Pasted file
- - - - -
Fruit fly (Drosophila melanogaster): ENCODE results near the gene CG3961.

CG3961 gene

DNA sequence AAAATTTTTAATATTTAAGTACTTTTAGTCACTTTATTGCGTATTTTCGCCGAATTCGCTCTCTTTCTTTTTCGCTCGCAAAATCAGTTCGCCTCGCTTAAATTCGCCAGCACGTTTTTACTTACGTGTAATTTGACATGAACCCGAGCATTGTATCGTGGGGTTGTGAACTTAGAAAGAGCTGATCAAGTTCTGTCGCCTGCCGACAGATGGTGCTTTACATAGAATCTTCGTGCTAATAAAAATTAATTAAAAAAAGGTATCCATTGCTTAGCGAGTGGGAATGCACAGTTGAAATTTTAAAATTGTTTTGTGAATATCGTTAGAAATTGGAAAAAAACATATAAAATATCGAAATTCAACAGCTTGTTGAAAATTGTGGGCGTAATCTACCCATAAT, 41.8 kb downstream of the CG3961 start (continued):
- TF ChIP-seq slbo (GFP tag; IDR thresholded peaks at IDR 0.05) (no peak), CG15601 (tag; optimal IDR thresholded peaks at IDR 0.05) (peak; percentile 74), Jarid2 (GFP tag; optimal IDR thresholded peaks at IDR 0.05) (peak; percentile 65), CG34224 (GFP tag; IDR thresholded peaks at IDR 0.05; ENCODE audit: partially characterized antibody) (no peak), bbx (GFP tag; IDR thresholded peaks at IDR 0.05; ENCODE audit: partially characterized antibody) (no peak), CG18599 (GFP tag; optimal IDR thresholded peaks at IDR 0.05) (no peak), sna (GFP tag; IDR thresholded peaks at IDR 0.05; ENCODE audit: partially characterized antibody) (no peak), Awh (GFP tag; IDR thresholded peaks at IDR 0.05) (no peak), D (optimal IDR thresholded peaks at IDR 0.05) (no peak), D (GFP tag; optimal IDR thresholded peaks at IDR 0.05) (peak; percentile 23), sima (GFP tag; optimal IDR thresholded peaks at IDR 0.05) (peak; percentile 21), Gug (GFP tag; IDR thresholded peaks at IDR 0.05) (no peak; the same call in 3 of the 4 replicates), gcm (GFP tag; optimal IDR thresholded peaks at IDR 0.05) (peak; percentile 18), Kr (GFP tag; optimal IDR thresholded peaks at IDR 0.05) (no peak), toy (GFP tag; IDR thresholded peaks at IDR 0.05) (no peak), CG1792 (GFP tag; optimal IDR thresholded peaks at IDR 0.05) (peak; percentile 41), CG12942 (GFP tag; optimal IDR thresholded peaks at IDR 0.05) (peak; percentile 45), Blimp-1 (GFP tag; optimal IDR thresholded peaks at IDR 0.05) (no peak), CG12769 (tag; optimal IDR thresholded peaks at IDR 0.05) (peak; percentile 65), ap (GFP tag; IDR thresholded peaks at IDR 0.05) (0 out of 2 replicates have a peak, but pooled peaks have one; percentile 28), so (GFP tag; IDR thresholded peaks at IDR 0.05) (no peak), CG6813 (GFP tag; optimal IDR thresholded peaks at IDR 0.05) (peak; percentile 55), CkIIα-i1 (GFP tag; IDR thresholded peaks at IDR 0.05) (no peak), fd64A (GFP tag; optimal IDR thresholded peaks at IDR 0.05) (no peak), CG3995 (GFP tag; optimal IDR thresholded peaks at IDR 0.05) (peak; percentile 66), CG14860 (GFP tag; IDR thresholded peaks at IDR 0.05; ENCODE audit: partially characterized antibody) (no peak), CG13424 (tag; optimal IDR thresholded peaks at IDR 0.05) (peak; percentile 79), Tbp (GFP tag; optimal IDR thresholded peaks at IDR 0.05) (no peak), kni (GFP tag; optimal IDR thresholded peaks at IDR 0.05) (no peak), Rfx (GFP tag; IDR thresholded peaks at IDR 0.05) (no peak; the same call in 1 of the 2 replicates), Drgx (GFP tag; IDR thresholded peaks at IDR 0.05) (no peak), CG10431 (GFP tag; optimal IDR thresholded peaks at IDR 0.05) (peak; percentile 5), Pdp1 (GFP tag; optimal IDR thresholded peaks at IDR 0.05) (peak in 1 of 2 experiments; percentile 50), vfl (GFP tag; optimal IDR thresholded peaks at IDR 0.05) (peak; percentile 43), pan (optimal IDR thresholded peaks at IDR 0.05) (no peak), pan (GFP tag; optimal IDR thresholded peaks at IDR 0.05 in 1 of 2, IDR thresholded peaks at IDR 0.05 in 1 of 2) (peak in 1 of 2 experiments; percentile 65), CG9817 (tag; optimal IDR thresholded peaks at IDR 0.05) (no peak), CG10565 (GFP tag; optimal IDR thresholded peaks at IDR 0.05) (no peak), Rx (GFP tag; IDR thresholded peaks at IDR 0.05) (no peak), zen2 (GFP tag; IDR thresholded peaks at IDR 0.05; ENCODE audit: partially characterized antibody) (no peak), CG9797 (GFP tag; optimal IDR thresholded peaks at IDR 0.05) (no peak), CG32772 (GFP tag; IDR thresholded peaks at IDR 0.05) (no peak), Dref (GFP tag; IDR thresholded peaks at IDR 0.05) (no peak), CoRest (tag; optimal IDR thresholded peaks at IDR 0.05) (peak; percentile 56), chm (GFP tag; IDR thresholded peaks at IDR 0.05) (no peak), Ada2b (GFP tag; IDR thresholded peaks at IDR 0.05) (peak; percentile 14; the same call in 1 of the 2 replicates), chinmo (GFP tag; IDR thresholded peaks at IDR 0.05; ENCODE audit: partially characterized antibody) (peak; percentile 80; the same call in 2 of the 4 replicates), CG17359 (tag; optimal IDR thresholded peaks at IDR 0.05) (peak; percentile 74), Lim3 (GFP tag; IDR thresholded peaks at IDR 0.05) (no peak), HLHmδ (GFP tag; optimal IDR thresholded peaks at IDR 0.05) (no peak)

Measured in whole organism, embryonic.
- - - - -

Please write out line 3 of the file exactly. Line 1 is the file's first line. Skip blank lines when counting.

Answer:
DNA sequence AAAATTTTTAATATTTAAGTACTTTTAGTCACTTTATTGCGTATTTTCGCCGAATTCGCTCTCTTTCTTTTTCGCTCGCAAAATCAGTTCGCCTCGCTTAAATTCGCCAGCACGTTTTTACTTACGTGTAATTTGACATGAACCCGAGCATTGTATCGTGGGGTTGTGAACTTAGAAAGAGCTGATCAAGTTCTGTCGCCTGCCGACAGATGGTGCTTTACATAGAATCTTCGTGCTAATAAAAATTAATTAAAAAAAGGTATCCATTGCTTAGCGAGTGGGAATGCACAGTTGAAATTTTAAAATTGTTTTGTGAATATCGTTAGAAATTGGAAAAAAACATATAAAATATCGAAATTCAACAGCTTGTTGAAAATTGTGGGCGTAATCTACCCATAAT, 41.8 kb downstream of the CG3961 start (continued):